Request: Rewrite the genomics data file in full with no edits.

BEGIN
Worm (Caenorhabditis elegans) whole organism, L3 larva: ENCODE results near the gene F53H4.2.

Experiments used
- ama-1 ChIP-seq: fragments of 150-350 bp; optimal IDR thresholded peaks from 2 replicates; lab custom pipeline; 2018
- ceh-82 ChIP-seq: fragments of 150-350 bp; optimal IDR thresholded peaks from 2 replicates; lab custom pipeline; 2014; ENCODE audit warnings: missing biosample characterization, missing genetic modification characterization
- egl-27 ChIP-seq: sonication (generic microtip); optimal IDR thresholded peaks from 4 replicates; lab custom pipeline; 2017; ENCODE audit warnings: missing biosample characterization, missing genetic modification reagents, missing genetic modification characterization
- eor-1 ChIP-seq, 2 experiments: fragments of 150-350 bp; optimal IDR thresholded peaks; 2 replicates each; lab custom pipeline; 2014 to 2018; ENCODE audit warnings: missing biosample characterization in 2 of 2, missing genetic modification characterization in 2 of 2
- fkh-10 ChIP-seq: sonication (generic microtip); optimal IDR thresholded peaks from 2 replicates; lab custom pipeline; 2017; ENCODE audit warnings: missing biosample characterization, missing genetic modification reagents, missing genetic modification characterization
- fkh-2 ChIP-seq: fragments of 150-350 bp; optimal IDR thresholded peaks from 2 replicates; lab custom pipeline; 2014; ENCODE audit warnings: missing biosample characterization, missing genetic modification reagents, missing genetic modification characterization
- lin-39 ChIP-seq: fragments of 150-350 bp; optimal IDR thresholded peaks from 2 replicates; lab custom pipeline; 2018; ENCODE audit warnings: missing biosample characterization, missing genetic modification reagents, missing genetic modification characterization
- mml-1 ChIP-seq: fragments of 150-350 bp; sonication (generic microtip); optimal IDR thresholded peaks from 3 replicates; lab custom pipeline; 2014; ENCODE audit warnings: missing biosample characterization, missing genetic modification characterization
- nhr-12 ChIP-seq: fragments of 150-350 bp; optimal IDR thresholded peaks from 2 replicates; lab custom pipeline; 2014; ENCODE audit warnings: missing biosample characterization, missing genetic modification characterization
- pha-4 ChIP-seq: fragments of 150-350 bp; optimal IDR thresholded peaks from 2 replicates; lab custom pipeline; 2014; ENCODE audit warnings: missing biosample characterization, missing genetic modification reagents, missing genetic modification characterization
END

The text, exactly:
Worm (Caenorhabditis elegans) whole organism, L3 larva: ENCODE results near the gene F53H4.2.

Experiments used
- ama-1 ChIP-seq: fragments of 150-350 bp; optimal IDR thresholded peaks from 2 replicates; lab custom pipeline; 2018
- ceh-82 ChIP-seq: fragments of 150-350 bp; optimal IDR thresholded peaks from 2 replicates; lab custom pipeline; 2014; ENCODE audit warnings: missing biosample characterization, missing genetic modification characterization
- egl-27 ChIP-seq: sonication (generic microtip); optimal IDR thresholded peaks from 4 replicates; lab custom pipeline; 2017; ENCODE audit warnings: missing biosample characterization, missing genetic modification reagents, missing genetic modification characterization
- eor-1 ChIP-seq, 2 experiments: fragments of 150-350 bp; optimal IDR thresholded peaks; 2 replicates each; lab custom pipeline; 2014 to 2018; ENCODE audit warnings: missing biosample characterization in 2 of 2, missing genetic modification characterization in 2 of 2
- fkh-10 ChIP-seq: sonication (generic microtip); optimal IDR thresholded peaks from 2 replicates; lab custom pipeline; 2017; ENCODE audit warnings: missing biosample characterization, missing genetic modification reagents, missing genetic modification characterization
- fkh-2 ChIP-seq: fragments of 150-350 bp; optimal IDR thresholded peaks from 2 replicates; lab custom pipeline; 2014; ENCODE audit warnings: missing biosample characterization, missing genetic modification reagents, missing genetic modification characterization
- lin-39 ChIP-seq: fragments of 150-350 bp; optimal IDR thresholded peaks from 2 replicates; lab custom pipeline; 2018; ENCODE audit warnings: missing biosample characterization, missing genetic modification reagents, missing genetic modification characterization
- mml-1 ChIP-seq: fragments of 150-350 bp; sonication (generic microtip); optimal IDR thresholded peaks from 3 replicates; lab custom pipeline; 2014; ENCODE audit warnings: missing biosample characterization, missing genetic modification characterization
- nhr-12 ChIP-seq: fragments of 150-350 bp; optimal IDR thresholded peaks from 2 replicates; lab custom pipeline; 2014; ENCODE audit warnings: missing biosample characterization, missing genetic modification characterization
- pha-4 ChIP-seq: fragments of 150-350 bp; optimal IDR thresholded peaks from 2 replicates; lab custom pipeline; 2014; ENCODE audit warnings: missing biosample characterization, missing genetic modification reagents, missing genetic modification characterization